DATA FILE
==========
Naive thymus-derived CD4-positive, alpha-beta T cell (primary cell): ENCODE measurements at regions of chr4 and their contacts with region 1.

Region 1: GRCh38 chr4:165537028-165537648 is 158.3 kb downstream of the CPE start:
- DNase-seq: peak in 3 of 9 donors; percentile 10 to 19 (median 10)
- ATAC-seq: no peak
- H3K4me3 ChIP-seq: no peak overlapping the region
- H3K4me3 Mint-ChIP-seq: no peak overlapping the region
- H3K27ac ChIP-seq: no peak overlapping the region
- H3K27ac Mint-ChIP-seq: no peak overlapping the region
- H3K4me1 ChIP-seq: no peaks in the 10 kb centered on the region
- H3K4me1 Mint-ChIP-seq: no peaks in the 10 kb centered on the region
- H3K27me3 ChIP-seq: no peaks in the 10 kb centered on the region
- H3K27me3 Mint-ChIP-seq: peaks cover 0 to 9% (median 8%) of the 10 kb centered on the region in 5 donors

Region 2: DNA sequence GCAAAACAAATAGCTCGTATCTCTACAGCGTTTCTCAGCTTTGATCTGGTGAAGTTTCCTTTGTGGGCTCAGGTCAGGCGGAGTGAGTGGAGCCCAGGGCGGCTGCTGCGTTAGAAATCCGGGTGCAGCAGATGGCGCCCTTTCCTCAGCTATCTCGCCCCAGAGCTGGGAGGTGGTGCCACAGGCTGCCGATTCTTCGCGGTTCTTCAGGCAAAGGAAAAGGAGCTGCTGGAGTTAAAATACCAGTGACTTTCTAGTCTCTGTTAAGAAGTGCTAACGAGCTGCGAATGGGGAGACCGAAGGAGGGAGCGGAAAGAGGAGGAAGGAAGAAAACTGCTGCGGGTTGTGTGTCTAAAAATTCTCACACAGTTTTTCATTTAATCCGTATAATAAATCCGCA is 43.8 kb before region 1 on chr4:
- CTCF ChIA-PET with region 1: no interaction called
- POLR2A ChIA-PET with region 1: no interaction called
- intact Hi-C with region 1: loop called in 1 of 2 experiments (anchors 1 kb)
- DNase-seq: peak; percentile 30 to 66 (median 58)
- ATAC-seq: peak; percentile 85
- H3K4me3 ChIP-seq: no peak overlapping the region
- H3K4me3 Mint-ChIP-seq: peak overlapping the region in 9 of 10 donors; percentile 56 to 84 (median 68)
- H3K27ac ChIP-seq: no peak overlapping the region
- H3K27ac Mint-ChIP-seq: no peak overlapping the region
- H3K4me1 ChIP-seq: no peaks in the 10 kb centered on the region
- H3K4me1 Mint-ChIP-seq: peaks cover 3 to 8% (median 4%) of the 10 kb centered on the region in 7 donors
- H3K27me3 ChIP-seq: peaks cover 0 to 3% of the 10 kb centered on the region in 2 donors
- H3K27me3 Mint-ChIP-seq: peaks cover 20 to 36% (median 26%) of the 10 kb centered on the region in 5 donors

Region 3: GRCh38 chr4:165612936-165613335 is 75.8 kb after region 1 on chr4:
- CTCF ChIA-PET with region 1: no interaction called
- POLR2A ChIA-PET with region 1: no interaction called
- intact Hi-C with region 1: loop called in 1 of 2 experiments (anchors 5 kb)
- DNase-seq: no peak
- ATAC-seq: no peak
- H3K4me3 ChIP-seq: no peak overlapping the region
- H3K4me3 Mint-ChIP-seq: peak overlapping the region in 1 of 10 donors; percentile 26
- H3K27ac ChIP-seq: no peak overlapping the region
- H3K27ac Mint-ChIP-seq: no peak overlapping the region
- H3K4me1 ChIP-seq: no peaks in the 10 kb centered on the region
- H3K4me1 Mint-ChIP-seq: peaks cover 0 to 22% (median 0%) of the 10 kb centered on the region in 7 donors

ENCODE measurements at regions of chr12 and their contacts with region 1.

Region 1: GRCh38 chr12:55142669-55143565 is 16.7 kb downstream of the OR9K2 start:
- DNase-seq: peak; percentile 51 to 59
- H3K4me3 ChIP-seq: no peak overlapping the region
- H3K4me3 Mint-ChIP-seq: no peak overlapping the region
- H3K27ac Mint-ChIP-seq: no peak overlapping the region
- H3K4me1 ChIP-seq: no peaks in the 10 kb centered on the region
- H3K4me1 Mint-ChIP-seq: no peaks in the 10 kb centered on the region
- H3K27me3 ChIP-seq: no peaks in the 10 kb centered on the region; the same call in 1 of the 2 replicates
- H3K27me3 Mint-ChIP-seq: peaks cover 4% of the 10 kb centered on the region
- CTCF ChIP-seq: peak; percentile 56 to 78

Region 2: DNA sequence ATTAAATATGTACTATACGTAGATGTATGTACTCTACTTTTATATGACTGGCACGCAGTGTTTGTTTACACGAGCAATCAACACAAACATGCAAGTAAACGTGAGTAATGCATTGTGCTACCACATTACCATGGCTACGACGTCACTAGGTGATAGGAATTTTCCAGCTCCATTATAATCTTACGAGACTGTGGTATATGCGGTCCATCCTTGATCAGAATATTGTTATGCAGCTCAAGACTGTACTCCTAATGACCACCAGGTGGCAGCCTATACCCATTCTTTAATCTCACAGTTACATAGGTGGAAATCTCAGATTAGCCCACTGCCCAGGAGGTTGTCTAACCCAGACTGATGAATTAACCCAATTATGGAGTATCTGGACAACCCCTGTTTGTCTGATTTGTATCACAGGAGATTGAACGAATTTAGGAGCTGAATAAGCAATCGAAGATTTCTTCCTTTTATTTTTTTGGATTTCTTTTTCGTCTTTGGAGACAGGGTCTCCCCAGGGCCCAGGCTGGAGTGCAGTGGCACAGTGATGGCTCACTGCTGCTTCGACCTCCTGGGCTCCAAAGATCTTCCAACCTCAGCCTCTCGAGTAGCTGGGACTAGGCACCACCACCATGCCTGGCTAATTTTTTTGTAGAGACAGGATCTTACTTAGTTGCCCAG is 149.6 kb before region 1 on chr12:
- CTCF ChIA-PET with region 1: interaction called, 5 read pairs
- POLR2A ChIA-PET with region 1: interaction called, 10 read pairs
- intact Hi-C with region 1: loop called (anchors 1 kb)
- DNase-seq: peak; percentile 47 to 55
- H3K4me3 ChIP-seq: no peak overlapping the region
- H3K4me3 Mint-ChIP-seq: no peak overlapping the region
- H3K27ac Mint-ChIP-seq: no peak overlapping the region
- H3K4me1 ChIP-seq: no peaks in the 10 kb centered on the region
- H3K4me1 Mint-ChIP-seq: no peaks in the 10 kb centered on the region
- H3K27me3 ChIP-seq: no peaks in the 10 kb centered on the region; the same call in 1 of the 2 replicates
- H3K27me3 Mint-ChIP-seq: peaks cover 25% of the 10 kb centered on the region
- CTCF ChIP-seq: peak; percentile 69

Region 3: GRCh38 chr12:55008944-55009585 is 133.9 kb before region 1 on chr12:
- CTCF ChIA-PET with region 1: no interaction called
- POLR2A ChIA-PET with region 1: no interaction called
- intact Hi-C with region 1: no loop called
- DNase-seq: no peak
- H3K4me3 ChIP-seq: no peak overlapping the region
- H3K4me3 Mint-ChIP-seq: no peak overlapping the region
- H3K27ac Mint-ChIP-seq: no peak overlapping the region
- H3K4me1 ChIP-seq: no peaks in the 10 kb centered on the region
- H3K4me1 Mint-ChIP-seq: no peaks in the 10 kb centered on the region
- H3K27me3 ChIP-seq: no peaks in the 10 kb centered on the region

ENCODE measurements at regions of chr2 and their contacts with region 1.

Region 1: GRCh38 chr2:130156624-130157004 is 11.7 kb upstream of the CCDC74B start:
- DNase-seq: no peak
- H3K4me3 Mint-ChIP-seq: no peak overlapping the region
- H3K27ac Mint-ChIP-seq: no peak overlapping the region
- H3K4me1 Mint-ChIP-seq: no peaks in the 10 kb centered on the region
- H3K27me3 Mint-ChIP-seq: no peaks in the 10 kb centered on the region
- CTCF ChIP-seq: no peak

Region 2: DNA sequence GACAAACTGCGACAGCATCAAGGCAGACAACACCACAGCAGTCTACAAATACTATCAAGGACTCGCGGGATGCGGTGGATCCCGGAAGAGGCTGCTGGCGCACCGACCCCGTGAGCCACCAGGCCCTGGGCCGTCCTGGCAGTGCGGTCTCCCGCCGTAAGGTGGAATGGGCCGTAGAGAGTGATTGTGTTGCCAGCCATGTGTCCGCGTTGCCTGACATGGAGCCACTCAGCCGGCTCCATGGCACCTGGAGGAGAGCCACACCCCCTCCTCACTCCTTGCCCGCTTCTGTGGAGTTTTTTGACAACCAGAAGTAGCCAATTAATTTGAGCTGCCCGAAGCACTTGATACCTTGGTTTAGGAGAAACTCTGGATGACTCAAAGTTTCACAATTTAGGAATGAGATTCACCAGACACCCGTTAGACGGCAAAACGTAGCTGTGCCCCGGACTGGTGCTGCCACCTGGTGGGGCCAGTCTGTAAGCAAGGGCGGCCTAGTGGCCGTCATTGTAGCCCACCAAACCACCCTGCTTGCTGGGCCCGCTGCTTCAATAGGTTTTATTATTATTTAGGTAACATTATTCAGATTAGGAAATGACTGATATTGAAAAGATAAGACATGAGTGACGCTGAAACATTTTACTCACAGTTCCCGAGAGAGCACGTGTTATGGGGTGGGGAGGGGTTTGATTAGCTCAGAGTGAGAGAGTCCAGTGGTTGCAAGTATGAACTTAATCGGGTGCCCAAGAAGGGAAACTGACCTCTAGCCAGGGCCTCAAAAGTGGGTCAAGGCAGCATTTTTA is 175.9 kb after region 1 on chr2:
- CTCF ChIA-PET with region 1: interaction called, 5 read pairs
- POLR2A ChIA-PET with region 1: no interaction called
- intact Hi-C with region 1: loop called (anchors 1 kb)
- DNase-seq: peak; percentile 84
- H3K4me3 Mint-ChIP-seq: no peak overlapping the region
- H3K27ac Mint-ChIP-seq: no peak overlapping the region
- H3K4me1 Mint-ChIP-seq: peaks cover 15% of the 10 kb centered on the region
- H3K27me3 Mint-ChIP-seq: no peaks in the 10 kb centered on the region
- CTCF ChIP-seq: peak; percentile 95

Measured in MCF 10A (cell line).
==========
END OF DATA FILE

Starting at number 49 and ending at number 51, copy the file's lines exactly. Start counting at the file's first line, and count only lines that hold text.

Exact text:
- CTCF ChIP-seq: peak; percentile 56 to 78

Region 2: DNA sequence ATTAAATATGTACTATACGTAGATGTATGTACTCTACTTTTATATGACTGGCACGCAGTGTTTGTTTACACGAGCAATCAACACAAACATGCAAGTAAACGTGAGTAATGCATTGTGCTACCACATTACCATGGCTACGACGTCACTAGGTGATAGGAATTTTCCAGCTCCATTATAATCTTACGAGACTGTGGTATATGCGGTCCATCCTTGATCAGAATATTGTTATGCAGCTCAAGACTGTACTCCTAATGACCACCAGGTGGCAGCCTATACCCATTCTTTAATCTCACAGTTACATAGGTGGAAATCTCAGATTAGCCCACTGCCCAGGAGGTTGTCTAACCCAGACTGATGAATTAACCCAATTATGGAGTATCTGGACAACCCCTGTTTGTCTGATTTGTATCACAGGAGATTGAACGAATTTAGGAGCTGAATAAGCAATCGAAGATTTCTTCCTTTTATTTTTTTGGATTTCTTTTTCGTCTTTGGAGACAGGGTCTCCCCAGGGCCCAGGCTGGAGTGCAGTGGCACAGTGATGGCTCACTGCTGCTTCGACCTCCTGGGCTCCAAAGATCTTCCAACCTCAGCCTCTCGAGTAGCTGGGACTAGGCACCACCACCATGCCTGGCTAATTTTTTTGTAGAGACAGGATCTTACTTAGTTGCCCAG is 149.6 kb before region 1 on chr12:
- CTCF ChIA-PET with region 1: interaction called, 5 read pairs